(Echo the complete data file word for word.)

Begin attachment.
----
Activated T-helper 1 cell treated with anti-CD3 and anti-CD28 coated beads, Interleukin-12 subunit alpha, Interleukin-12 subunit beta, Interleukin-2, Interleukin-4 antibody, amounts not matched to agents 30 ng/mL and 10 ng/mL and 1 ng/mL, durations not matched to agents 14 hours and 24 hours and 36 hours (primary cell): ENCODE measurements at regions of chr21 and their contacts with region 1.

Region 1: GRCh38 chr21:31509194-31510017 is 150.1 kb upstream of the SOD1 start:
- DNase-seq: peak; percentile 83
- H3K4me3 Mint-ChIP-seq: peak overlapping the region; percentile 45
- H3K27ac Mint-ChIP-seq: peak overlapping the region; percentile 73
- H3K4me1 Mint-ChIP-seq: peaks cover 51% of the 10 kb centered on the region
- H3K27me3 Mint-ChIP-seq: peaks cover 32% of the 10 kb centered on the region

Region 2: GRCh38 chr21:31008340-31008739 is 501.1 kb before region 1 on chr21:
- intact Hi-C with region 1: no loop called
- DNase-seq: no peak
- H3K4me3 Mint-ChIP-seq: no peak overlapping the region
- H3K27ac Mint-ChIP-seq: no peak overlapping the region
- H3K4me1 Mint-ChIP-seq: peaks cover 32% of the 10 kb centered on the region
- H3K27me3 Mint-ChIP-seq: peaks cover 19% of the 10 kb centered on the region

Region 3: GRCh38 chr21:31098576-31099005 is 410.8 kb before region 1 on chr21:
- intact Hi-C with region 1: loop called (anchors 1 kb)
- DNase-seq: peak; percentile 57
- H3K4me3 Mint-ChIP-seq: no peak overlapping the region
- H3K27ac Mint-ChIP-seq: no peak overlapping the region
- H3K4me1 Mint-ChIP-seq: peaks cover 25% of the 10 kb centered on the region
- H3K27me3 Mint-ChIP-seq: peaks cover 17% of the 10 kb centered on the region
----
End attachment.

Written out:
Activated T-helper 1 cell treated with anti-CD3 and anti-CD28 coated beads, Interleukin-12 subunit alpha, Interleukin-12 subunit beta, Interleukin-2, Interleukin-4 antibody, amounts not matched to agents 30 ng/mL and 10 ng/mL and 1 ng/mL, durations not matched to agents 14 hours and 24 hours and 36 hours (primary cell): ENCODE measurements at regions of chr21 and their contacts with region 1.

Region 1: GRCh38 chr21:31509194-31510017 is 150.1 kb upstream of the SOD1 start:
- DNase-seq: peak; percentile 83
- H3K4me3 Mint-ChIP-seq: peak overlapping the region; percentile 45
- H3K27ac Mint-ChIP-seq: peak overlapping the region; percentile 73
- H3K4me1 Mint-ChIP-seq: peaks cover 51% of the 10 kb centered on the region
- H3K27me3 Mint-ChIP-seq: peaks cover 32% of the 10 kb centered on the region

Region 2: GRCh38 chr21:31008340-31008739 is 501.1 kb before region 1 on chr21:
- intact Hi-C with region 1: no loop called
- DNase-seq: no peak
- H3K4me3 Mint-ChIP-seq: no peak overlapping the region
- H3K27ac Mint-ChIP-seq: no peak overlapping the region
- H3K4me1 Mint-ChIP-seq: peaks cover 32% of the 10 kb centered on the region
- H3K27me3 Mint-ChIP-seq: peaks cover 19% of the 10 kb centered on the region

Region 3: GRCh38 chr21:31098576-31099005 is 410.8 kb before region 1 on chr21:
- intact Hi-C with region 1: loop called (anchors 1 kb)
- DNase-seq: peak; percentile 57
- H3K4me3 Mint-ChIP-seq: no peak overlapping the region
- H3K27ac Mint-ChIP-seq: no peak overlapping the region
- H3K4me1 Mint-ChIP-seq: peaks cover 25% of the 10 kb centered on the region
- H3K27me3 Mint-ChIP-seq: peaks cover 17% of the 10 kb centered on the region